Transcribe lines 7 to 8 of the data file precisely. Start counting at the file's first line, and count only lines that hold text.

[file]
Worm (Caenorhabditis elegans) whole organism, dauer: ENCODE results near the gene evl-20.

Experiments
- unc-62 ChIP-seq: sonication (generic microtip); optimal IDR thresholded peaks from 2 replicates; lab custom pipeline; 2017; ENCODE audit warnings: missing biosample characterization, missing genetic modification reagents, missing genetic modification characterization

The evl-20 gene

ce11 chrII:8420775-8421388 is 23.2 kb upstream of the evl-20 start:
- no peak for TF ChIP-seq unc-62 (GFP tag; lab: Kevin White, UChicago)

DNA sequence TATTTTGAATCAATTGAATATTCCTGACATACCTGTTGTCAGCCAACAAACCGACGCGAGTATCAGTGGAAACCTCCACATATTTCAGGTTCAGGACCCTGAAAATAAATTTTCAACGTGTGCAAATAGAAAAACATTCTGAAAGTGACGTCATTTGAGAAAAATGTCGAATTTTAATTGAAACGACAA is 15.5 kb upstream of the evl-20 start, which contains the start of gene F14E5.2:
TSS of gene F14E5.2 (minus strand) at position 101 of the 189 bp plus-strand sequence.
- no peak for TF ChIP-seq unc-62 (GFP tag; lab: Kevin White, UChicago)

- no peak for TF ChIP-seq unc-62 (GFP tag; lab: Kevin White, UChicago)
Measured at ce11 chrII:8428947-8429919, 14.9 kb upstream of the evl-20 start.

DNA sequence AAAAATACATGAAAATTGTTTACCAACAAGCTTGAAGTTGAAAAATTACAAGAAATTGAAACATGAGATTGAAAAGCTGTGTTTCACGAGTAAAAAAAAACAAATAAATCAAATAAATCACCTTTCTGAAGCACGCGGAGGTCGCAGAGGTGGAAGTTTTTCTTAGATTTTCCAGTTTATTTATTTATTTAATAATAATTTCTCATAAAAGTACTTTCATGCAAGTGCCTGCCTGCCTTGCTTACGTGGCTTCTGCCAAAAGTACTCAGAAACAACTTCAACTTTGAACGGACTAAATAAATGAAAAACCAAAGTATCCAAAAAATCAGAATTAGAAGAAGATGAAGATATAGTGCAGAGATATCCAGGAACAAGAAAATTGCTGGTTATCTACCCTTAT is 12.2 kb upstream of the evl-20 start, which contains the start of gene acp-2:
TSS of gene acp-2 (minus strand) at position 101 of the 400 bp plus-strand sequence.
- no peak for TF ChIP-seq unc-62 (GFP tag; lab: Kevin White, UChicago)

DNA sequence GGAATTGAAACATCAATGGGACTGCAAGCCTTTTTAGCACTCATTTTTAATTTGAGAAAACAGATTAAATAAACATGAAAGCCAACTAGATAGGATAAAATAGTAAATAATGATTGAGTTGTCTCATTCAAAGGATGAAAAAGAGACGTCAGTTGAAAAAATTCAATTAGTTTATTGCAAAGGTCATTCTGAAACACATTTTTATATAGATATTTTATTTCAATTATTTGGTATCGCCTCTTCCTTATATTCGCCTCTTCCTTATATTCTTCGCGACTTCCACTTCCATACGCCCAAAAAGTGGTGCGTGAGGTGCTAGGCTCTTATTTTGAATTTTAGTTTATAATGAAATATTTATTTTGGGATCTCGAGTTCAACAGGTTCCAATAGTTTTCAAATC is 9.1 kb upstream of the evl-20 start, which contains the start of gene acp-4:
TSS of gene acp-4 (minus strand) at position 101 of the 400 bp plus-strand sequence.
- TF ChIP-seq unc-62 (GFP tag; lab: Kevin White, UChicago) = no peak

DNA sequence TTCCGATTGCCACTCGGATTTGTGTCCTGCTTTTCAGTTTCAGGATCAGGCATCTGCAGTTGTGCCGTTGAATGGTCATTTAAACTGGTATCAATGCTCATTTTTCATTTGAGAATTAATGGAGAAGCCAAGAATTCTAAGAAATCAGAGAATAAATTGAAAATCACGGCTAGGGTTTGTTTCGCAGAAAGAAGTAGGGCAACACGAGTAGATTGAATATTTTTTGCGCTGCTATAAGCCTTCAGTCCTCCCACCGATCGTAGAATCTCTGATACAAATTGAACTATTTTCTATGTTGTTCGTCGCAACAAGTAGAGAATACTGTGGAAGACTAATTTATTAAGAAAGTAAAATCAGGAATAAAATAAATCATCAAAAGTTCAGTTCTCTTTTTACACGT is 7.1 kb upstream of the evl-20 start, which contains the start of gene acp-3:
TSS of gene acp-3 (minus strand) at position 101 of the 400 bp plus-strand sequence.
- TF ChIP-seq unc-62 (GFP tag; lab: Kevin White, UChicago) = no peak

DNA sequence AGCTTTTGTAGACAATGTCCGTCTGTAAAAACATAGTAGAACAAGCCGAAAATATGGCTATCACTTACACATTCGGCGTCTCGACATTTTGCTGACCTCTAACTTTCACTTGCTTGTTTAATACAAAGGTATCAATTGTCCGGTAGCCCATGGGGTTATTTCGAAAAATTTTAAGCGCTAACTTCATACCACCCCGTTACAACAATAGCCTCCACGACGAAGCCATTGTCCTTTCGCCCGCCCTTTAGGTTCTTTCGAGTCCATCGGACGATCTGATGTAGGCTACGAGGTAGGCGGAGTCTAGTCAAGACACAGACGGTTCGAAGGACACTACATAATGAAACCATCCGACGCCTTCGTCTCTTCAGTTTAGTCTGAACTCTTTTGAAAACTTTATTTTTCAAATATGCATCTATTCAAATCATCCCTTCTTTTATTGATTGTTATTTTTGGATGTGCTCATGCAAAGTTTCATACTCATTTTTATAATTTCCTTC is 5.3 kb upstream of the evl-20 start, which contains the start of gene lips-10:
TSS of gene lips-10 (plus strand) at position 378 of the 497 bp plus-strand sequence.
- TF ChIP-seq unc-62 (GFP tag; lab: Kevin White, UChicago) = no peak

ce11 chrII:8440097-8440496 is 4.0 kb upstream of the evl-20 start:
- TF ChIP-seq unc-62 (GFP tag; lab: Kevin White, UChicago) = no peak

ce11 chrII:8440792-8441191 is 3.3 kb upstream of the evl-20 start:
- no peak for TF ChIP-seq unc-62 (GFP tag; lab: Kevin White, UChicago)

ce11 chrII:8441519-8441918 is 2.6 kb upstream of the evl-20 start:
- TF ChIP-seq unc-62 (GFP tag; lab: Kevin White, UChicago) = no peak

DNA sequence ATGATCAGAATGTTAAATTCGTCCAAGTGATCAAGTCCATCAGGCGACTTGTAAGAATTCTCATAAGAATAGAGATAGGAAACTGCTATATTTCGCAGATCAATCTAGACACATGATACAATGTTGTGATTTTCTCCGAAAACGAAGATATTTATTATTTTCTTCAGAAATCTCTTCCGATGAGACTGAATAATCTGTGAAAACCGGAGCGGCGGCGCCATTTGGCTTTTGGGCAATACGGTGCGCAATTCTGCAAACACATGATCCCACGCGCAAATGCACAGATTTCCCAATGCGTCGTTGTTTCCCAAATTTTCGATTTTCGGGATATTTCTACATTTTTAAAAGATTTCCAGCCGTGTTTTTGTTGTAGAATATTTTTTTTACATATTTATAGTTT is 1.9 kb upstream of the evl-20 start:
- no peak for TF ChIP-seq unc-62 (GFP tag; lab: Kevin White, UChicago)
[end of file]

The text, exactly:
DNA sequence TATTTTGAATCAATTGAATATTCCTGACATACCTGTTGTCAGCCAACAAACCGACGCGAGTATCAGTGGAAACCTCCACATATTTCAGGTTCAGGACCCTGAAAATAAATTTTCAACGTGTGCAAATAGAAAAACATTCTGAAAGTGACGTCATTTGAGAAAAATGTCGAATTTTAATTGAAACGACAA is 15.5 kb upstream of the evl-20 start, which contains the start of gene F14E5.2:
TSS of gene F14E5.2 (minus strand) at position 101 of the 189 bp plus-strand sequence.